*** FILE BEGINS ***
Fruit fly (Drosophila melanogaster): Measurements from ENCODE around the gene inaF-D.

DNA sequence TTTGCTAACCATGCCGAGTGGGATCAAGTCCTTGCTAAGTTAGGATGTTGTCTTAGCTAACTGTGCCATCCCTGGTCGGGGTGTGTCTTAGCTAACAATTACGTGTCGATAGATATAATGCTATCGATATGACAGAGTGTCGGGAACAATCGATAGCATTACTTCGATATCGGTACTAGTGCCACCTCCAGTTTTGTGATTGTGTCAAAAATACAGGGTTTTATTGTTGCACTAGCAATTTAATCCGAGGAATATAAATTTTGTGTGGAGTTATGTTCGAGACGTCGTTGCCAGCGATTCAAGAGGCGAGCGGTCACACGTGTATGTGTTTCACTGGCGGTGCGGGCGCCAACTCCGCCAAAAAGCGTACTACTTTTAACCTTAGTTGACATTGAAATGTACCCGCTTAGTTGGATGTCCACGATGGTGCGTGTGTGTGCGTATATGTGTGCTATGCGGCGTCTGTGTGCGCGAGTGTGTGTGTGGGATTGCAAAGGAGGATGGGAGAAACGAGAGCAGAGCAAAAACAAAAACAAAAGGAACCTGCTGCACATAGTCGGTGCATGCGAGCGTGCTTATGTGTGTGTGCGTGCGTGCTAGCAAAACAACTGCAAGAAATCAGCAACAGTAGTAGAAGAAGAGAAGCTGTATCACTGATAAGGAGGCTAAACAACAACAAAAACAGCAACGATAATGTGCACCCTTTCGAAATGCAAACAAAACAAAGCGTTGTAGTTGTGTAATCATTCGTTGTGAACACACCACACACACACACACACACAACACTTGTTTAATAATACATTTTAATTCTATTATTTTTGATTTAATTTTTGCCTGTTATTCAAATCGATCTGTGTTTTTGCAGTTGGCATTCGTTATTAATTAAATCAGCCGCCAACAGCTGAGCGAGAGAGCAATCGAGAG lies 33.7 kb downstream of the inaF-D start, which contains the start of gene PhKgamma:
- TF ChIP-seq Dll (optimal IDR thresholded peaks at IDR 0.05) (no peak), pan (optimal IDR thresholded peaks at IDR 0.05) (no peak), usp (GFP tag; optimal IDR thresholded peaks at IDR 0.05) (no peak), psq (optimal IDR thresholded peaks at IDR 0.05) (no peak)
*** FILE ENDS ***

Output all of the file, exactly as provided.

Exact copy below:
Fruit fly (Drosophila melanogaster): Measurements from ENCODE around the gene inaF-D.

DNA sequence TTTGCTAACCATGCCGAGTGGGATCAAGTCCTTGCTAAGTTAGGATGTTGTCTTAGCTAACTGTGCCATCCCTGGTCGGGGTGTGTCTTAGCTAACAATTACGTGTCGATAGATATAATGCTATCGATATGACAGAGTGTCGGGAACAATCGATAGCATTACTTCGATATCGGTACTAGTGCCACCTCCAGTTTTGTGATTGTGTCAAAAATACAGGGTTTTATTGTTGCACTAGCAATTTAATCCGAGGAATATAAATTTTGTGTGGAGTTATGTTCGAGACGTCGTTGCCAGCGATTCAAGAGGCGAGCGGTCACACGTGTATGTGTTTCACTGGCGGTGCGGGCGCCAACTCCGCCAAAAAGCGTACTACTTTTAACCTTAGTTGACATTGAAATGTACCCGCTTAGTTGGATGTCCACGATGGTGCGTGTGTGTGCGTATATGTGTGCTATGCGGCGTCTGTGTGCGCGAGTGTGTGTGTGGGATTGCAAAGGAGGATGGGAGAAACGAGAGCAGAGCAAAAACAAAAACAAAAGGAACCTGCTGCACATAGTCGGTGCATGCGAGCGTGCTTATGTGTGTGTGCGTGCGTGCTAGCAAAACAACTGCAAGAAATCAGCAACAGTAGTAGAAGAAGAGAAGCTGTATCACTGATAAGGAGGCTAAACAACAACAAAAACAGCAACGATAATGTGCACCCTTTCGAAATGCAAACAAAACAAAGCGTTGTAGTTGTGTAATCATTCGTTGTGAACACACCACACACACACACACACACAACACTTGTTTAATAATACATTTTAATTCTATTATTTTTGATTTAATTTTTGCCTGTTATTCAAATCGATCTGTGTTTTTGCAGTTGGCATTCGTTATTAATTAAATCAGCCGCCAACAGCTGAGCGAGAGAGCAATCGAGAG lies 33.7 kb downstream of the inaF-D start, which contains the start of gene PhKgamma:
- TF ChIP-seq Dll (optimal IDR thresholded peaks at IDR 0.05) (no peak), pan (optimal IDR thresholded peaks at IDR 0.05) (no peak), usp (GFP tag; optimal IDR thresholded peaks at IDR 0.05) (no peak), psq (optimal IDR thresholded peaks at IDR 0.05) (no peak)